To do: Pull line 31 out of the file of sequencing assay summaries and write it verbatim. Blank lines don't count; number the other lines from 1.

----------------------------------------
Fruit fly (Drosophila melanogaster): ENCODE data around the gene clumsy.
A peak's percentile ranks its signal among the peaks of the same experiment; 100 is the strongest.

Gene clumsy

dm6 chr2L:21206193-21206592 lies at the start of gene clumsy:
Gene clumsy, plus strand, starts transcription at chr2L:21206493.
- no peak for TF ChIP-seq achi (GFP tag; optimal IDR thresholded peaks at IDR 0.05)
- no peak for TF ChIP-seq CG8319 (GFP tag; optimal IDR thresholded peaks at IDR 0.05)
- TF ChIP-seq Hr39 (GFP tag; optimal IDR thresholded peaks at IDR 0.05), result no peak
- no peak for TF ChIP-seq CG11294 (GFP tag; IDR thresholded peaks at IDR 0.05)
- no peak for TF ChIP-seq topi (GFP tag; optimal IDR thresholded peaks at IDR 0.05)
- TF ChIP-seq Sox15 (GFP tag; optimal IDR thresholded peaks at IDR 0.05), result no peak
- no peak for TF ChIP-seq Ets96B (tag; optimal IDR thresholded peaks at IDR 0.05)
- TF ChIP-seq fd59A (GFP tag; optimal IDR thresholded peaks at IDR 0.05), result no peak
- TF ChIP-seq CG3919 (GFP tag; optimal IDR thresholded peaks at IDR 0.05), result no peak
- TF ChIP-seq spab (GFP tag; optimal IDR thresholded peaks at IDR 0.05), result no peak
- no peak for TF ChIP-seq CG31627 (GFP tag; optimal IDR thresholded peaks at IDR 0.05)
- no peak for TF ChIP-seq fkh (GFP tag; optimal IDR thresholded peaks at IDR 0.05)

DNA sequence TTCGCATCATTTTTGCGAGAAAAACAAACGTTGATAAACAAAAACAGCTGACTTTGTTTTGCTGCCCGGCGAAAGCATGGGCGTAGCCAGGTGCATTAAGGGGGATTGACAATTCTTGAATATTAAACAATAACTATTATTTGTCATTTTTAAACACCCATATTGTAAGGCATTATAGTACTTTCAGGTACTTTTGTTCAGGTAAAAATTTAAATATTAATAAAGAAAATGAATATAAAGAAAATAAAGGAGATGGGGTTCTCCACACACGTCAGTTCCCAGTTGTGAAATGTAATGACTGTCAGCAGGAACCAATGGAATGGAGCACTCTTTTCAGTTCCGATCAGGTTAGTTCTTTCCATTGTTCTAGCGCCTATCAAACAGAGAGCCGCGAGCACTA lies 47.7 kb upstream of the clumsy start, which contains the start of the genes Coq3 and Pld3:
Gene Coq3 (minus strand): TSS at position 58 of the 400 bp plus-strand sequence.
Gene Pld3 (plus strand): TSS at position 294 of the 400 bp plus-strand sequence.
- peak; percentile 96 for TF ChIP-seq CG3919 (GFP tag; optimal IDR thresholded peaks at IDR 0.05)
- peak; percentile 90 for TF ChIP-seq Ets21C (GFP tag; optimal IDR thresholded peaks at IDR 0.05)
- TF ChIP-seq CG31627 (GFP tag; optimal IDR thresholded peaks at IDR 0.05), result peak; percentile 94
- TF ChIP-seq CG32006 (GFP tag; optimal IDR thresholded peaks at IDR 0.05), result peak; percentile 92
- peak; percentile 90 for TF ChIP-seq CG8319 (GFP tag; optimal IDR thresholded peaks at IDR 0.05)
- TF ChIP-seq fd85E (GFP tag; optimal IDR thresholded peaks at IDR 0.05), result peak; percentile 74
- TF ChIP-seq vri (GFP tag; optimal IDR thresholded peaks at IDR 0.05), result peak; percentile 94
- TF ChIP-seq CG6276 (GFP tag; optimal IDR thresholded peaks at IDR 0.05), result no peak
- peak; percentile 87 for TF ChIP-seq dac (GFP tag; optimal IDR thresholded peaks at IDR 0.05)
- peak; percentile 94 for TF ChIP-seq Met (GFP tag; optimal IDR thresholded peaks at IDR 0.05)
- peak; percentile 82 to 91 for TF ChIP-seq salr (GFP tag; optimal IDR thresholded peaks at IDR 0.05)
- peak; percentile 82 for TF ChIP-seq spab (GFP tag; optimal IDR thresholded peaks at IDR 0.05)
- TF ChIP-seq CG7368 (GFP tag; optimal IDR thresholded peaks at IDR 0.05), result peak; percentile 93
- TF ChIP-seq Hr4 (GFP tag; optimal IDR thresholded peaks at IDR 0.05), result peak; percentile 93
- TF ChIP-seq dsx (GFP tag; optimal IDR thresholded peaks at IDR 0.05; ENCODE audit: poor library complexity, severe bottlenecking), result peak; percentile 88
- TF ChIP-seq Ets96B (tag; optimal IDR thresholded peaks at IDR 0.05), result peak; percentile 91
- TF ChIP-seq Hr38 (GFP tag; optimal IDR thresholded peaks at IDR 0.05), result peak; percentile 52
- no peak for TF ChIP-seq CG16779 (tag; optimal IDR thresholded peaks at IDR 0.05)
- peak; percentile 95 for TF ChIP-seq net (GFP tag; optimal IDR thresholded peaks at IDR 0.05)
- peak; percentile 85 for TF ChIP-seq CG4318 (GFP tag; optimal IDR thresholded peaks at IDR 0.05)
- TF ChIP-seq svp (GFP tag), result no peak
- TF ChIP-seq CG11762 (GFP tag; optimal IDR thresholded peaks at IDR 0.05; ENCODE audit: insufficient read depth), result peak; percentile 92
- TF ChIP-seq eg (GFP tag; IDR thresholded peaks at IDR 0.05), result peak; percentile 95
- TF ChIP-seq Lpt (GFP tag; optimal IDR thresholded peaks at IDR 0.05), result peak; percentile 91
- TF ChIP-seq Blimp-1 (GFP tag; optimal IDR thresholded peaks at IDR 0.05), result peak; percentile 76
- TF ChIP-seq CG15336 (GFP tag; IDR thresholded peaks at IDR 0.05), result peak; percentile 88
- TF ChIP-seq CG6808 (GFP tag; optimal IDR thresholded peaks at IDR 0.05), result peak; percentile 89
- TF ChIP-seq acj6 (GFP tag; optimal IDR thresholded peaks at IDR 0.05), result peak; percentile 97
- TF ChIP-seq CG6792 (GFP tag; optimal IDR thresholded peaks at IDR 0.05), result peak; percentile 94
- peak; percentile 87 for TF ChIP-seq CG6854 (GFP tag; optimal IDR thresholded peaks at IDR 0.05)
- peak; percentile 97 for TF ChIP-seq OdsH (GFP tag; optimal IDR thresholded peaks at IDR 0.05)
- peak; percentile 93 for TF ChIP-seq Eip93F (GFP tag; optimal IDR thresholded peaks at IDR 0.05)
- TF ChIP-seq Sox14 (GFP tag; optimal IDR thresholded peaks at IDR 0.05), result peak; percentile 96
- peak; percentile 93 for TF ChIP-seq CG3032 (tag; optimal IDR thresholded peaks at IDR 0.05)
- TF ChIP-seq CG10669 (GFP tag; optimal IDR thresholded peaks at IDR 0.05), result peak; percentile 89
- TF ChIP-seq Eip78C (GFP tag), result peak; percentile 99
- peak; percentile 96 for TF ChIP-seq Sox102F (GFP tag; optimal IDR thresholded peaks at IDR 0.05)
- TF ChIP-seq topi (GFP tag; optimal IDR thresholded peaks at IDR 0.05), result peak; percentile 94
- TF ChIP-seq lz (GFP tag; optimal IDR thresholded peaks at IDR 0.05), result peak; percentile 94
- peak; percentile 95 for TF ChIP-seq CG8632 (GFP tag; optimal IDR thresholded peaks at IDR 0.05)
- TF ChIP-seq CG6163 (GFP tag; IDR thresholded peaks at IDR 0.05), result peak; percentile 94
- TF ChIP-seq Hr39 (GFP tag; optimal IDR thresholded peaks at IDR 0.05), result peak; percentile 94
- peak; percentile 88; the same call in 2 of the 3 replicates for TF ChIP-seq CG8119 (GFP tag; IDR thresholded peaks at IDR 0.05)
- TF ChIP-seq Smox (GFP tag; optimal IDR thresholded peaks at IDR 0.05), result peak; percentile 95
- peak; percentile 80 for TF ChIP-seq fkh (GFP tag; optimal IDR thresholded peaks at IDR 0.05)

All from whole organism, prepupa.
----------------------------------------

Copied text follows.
- peak; percentile 82 to 91 for TF ChIP-seq salr (GFP tag; optimal IDR thresholded peaks at IDR 0.05)